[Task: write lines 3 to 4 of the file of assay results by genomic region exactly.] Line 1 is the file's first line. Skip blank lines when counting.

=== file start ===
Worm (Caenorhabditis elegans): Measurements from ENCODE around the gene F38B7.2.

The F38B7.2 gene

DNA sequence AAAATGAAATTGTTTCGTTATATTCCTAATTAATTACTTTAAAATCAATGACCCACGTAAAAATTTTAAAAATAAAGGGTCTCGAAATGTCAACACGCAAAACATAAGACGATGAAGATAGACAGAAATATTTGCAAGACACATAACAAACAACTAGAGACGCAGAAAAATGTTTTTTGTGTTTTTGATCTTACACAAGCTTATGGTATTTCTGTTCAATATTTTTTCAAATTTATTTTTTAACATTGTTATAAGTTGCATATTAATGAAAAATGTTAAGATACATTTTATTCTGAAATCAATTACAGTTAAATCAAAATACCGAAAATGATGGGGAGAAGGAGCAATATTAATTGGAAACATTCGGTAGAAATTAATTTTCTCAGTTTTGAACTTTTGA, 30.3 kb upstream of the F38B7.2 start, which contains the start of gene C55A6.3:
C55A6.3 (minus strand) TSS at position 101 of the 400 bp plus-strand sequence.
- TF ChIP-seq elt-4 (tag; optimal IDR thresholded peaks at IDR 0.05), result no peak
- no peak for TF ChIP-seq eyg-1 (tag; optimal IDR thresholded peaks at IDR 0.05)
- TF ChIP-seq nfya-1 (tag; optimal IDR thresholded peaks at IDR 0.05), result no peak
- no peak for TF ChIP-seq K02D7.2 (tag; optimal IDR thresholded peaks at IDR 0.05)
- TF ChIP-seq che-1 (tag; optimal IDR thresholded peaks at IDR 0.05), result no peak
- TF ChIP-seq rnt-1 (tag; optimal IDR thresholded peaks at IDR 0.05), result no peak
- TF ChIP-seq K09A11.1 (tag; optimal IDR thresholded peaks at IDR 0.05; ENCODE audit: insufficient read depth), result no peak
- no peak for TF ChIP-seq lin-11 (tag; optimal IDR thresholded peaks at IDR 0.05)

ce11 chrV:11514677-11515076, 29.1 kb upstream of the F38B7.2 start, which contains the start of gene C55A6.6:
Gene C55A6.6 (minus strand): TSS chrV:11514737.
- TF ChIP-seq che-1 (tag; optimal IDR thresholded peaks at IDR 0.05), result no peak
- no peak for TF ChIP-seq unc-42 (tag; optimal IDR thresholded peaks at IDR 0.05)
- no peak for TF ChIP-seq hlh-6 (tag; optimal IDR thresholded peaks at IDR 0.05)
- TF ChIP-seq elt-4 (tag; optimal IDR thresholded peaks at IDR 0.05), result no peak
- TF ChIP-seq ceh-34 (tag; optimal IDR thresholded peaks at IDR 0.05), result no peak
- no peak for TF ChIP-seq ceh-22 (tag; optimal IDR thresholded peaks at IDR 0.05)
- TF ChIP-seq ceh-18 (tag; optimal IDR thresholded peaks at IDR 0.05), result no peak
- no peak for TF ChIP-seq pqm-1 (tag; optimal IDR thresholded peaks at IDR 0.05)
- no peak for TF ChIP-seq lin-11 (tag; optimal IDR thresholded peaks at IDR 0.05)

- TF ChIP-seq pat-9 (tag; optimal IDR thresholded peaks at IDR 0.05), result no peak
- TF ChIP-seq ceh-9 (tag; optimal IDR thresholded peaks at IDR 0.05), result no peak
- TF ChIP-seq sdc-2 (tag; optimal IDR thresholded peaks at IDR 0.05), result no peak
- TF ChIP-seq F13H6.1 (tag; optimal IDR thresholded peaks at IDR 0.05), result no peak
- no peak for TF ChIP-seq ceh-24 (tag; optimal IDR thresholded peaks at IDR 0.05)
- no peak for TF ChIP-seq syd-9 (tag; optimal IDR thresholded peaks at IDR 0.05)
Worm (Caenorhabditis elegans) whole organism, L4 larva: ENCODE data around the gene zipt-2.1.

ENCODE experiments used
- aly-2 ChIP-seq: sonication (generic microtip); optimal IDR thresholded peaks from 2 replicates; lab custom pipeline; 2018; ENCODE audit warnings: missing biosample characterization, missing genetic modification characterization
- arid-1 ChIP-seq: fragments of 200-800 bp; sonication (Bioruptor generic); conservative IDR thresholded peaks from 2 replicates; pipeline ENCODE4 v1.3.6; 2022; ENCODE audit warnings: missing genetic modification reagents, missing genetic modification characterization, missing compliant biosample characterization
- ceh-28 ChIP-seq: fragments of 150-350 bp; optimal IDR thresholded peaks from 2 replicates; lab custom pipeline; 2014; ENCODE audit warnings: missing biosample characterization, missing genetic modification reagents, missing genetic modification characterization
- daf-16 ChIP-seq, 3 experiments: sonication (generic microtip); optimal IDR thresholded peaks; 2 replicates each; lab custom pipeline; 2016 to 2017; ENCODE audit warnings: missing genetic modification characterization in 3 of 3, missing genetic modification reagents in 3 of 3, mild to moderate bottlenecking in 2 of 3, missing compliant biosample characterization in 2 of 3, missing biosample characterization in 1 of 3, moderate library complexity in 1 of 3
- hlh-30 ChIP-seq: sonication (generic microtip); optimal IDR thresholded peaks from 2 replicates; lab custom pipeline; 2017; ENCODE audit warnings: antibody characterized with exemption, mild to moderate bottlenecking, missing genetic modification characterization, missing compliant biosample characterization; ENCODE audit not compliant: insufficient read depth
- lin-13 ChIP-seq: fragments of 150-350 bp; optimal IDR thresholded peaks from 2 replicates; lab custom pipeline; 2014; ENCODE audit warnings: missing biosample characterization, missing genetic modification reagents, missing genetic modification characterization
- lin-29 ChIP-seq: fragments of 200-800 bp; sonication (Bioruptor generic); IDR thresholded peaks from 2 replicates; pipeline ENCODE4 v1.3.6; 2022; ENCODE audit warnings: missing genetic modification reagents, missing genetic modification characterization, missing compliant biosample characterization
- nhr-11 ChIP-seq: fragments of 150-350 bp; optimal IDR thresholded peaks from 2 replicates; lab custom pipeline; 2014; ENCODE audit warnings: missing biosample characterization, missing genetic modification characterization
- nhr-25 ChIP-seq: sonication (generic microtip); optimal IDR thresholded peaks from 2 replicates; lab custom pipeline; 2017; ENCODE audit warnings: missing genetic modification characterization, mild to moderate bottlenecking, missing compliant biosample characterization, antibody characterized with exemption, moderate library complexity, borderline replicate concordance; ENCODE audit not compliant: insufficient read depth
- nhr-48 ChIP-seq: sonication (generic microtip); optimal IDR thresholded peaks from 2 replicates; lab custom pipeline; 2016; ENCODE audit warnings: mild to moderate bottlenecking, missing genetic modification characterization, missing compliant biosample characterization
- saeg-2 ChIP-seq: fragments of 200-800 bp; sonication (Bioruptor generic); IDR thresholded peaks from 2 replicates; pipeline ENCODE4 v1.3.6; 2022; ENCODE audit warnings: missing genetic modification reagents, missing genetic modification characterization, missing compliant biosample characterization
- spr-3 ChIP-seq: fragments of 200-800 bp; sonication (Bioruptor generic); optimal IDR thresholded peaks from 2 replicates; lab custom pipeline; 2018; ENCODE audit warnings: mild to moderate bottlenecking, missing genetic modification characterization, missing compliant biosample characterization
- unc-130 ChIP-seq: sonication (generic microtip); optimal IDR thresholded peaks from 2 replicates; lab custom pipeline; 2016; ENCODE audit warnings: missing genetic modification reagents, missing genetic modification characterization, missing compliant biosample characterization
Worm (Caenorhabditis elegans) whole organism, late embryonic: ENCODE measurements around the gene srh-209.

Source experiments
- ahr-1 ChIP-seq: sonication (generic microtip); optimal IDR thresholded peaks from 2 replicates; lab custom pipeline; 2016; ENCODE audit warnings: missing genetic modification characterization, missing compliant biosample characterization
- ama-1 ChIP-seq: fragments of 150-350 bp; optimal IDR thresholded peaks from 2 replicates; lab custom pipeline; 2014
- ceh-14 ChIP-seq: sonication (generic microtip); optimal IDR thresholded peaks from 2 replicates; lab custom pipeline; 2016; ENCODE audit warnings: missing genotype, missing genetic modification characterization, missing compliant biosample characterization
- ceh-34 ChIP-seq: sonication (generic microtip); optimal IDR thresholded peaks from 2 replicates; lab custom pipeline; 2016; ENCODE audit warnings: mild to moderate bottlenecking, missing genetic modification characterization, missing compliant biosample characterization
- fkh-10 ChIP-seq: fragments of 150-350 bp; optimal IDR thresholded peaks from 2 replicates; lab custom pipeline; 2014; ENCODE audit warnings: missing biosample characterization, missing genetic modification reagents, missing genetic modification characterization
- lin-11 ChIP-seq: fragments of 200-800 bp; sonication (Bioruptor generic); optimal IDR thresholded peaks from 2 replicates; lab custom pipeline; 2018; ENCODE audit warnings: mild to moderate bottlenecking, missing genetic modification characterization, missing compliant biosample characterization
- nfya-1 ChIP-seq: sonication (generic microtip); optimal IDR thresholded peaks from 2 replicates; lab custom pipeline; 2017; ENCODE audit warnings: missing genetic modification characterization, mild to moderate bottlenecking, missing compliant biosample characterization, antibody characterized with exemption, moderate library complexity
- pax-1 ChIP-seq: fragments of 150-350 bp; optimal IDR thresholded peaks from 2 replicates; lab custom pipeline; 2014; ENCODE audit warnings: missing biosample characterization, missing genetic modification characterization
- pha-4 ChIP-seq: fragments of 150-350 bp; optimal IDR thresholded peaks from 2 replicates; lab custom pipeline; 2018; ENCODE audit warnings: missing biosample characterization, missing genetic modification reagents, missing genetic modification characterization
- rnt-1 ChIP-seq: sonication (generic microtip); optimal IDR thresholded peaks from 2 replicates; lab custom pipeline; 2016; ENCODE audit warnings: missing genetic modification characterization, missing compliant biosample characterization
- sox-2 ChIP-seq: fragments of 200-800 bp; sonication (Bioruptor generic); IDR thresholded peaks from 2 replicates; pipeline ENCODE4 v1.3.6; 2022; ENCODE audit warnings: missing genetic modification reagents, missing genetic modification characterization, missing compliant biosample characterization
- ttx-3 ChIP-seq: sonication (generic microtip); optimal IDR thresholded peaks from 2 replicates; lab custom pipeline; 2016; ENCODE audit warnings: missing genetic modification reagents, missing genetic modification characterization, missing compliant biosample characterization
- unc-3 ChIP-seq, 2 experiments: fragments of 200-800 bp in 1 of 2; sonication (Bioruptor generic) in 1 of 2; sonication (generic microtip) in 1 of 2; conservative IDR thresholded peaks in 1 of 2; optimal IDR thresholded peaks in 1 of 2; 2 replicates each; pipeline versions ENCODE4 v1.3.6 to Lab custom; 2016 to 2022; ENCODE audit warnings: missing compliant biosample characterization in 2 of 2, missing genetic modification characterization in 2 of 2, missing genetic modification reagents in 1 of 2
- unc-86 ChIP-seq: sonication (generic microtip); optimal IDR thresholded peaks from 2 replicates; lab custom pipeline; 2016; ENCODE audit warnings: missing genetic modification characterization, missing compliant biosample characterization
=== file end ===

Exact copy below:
DNA sequence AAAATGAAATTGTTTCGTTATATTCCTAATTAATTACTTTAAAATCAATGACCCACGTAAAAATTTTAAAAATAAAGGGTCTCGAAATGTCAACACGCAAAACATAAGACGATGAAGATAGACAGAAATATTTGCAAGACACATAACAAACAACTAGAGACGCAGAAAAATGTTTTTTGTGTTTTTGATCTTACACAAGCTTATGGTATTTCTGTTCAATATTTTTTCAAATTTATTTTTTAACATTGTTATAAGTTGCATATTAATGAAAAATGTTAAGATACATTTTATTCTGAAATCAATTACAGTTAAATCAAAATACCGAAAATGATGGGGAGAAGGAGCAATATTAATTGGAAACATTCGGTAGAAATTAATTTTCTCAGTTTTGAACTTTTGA, 30.3 kb upstream of the F38B7.2 start, which contains the start of gene C55A6.3:
C55A6.3 (minus strand) TSS at position 101 of the 400 bp plus-strand sequence.